I started writing this post last year, but never got around to finishing it. I intended to make a big song and dance about how successful the Podcast-To-Print model was, and how it was all so Very Good For Writers.
Now I'm not quite so sure.
As you'll all be aware by now, it was with both quiet resignation and fierce determination that JC Hutchins recently bowed out of doing any more podcast fiction for free. I read this news with a sinking sensation in the pit of my stomach, as I'm sure many other people did. The question that kept racing through my head was "If Hutch can't make it work, who can?"
St Martin's Press won't be publishing the remaining books in the 7th Son Trilogy, the podcast of which I reviewed and recommended as absolutely essential listening. I'm in no position to speculate on why Hutchins' publishers have decided not to proceed with the series, but I fully respect JC's reasons for pulling the pin on what has been many years and no doubt thousands of hours of work.
People have had the gall to criticise Hutchins for this decision, but as Mur Lafferty was at pains to point out, "Content creators are not your bitch."
I've also heard some fans say that they refuse to pay for content from the writers they like. That, to me, is just plain parasitism. But more on that later.
I've been a big fan of the podcast novel form since I found it way back in '08 with the awesomeness that is Hoad's Grim. I have soaked up more hours of podcast fiction in the last two years than I've read books in the past ten years, and it has also opened me up to a vast and amazing community of writers, editors, publishers and fans.
What are they all trying to do? What was Hutch trying to do? Make a living, preferably by writing and selling that work. JD Sawyer sums it up tremendously well over at his blog, so I won't try to repeat his interpretation of the role of the free model to the writer. But I think I can speak with at least a modicum of authority on what the rise and fall of the free model means to the fan, and to the writer who had been considering the podcast as a possible option.
For all that I've consumed hours and hours of podcast fiction, I've bought very little of the published material that has come out from authors I've enjoyed in the past year. In fact, that copy of Jack Wakes Up was given to me by Seth Harwood, signed, for the price of postage. Seth is just awesome like that. No, I didn't buy a copy of 7th Son (I know, I'm hanging my head in shame), simply because I don't like having incomplete sets on the bookshelf. That doesn't help Hutch any, and I apologise.
The simple truth is that living way out here, books are ridiculously expensive. The price of a book which is $7.99 USD from Amazon will not qualify for free shipping to New Zealand, and depending on the exchange rate will end up costing upwards of $45.00 NZD to get here. So I have to really love a book to want to buy it, if I've already heard it.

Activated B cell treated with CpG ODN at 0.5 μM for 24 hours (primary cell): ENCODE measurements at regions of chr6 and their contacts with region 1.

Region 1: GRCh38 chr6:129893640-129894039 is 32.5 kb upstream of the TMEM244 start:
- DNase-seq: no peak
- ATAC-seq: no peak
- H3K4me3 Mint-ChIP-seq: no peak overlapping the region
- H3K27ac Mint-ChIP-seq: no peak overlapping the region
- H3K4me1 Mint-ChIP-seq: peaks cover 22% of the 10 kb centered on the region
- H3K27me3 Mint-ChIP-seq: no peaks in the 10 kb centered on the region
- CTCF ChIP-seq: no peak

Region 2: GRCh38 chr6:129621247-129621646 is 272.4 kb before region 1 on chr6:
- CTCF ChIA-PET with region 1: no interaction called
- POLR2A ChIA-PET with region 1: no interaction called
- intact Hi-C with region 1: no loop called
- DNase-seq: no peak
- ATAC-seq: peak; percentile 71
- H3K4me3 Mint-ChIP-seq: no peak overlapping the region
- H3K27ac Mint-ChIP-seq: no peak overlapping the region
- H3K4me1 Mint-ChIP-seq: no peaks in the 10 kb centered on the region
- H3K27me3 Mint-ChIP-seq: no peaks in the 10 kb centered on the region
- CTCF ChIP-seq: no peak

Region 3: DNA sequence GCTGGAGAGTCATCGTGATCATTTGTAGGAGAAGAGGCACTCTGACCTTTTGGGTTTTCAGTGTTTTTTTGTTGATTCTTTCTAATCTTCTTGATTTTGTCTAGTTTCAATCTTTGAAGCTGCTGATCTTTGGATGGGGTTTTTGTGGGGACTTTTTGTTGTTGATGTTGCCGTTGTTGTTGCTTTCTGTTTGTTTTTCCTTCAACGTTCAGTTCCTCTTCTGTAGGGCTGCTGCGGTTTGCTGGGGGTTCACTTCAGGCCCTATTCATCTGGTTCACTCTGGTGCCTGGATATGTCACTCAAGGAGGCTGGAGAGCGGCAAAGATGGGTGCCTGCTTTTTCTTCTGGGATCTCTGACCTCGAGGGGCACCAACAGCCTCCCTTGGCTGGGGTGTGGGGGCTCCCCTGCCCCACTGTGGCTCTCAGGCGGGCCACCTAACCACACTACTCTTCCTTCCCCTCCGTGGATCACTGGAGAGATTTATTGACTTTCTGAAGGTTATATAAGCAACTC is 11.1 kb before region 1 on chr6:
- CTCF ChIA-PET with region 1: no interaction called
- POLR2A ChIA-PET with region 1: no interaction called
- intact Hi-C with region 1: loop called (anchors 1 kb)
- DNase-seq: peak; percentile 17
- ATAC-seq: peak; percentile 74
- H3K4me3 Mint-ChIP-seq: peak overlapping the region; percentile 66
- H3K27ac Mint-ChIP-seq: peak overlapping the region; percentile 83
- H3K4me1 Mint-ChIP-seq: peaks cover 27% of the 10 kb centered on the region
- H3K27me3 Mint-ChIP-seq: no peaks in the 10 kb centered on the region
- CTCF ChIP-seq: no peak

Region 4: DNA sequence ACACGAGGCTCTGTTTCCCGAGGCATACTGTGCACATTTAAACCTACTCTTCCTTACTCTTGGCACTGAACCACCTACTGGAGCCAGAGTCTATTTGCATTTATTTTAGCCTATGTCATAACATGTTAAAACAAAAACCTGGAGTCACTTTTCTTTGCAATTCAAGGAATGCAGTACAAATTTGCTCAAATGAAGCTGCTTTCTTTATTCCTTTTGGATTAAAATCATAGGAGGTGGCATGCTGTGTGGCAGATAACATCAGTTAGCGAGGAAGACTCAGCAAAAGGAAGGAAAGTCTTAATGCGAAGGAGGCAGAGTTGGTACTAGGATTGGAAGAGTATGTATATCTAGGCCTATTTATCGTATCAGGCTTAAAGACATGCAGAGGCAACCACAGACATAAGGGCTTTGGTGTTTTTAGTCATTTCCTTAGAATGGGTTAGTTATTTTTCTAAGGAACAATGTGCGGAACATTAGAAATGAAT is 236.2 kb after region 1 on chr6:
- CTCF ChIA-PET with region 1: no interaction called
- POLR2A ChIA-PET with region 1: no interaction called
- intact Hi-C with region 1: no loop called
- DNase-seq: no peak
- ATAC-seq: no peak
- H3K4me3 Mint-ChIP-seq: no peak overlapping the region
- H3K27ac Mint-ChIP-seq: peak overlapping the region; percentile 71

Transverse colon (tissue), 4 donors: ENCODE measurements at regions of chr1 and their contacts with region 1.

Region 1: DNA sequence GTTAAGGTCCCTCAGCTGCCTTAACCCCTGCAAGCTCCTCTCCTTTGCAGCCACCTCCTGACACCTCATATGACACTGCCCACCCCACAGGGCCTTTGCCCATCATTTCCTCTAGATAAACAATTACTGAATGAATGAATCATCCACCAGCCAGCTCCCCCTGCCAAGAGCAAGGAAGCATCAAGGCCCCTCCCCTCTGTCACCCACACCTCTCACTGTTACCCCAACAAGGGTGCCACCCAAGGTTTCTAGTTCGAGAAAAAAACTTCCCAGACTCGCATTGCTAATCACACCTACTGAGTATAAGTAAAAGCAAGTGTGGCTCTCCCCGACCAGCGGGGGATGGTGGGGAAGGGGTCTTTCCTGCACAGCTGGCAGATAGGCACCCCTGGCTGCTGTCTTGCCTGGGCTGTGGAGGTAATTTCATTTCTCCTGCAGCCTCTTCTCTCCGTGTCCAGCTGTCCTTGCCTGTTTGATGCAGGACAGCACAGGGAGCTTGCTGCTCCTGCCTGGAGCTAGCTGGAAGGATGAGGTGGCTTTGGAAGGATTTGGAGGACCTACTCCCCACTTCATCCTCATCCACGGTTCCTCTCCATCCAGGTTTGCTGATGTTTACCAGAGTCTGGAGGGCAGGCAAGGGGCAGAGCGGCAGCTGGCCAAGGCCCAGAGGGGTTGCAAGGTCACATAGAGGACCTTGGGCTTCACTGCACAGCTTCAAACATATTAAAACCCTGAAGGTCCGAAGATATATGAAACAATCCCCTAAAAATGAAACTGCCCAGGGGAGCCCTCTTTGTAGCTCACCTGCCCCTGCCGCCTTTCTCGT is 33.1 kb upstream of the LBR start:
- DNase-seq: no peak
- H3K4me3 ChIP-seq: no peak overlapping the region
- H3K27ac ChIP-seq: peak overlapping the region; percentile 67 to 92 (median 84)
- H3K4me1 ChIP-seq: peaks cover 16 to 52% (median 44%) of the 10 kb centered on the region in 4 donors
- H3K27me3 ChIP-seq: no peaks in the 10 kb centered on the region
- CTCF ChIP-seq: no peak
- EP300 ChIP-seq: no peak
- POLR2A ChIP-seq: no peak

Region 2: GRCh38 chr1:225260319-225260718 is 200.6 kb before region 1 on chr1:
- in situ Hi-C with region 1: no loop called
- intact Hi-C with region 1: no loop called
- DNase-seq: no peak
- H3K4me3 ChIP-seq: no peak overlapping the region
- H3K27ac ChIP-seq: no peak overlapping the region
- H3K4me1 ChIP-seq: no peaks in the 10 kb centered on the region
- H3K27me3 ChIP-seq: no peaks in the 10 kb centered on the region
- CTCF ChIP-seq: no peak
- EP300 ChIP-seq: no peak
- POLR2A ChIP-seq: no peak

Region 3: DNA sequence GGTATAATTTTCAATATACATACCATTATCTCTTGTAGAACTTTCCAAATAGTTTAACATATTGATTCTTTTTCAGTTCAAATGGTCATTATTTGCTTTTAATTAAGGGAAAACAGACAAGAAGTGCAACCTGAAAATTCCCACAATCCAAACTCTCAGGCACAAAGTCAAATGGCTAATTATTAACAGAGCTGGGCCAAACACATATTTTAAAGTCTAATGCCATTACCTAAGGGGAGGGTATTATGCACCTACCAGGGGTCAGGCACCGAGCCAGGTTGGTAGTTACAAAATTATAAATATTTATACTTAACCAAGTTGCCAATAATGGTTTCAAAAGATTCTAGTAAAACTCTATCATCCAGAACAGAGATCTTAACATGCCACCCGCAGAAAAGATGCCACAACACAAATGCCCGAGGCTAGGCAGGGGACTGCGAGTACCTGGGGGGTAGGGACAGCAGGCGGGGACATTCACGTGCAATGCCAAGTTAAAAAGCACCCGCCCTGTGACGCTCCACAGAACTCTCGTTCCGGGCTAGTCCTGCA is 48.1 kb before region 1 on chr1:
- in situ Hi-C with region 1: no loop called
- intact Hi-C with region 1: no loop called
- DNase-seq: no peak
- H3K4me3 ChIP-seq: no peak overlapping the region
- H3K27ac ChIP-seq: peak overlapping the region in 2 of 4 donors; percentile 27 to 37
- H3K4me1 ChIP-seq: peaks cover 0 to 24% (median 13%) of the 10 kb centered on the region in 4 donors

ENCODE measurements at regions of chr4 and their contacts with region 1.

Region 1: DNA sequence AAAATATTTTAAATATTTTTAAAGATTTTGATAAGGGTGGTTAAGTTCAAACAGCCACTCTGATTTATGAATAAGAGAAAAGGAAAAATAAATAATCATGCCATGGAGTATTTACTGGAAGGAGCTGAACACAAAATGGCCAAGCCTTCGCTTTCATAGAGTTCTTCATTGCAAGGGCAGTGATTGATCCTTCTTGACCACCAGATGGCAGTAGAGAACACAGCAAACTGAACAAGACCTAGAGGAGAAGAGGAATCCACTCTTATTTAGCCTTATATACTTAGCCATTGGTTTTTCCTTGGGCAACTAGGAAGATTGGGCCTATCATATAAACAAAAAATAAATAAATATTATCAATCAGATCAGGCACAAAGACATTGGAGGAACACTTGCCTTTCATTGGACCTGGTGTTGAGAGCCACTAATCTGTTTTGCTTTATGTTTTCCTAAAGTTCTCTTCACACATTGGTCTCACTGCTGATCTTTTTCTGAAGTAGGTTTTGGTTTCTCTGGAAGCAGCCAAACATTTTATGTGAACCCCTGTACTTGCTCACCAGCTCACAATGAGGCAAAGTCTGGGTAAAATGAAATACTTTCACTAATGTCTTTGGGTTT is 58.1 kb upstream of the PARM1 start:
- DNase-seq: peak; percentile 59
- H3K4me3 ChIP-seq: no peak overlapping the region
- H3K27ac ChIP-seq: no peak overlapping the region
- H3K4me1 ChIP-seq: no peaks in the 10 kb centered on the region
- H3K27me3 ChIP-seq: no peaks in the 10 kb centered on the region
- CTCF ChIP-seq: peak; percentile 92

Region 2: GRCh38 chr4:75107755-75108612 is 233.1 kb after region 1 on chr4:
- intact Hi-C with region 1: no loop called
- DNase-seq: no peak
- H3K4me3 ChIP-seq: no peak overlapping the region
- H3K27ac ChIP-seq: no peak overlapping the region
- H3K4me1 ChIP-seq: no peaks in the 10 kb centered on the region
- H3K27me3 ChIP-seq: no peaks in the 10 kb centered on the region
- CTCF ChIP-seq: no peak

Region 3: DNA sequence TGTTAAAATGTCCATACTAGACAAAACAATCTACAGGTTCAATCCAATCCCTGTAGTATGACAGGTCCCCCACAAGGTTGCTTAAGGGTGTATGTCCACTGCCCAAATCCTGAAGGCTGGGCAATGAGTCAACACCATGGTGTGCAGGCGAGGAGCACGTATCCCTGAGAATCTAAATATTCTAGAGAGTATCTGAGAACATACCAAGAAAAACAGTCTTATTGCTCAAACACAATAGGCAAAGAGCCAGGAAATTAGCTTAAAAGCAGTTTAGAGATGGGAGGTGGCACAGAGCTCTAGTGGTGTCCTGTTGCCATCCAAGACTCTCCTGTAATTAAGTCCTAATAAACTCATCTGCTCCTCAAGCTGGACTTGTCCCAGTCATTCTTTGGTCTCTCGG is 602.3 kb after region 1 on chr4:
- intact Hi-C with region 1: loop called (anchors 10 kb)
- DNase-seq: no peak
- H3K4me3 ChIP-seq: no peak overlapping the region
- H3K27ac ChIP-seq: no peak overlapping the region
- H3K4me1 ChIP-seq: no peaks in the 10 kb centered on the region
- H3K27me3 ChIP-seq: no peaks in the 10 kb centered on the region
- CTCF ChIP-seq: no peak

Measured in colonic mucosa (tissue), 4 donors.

Part of this is that the audio experience and the experience of reading a book are very different ones, but that's a topic for another day.
Had I not gotten hooked on Crescent, I would not have bought the book. Had I not thoroughly enjoyed 7th Son, I would not have bought Personal Effects: Dark Art. When Dragon Moon Press publish Toothless later this year, I will howl at the moon for a copy, because Moore's writing is just that good. Even if Phillipa Ballantine doesn't podcast Geist when it comes out this year, I trust her writing talent so much that I'll be buying a copy regardless of whether or not I've heard in audio form first.Which is, of course, the key word: trust.
Writers who podcast their fiction do so, in the first instance, to build up a relationship with an audience. They set out to show listeners that they know how to tell a story, and they're willing to release that story into the wild in order to prove it. They want to give the audience a chance, for free, to learn to trust them. Several have succeeded (Scott Sigler, Seth Harwood, Tee Morris, Phil Rossi, Mur Lafferty, Philippa Ballantine, Nathan Lowell, Mark Jeffery, JP Moore, James Melzer and JC Hutchins are just a few of the authors who have gone from podiobook releases to publishing deals), and several more have not.
An interesting contrast to these writers is Jeremy Robinson, author of Pulse and Antarktos Rising. Unlike Scott Sigler, who releases practically every word he writes as a podcast, Robinson has released only two of his novels as podcast fiction. The first, Kronos, is the only reason I know of Robinson at all, but he has several books in print, which I know of now because I found him via his podcasts. His books sound fascinating and I'd certainly consider buying them if I saw them. This is because I can trust him to tell a good story. The podcast novels serve as loss leaders, in a way, to draw the reader to his dead-tree books. This is a technique that seems to work for him, probably in no small part thanks to the talents of his narrator, Jeffrey Kafer. Robinson's podcasts are a highly polished professional investment.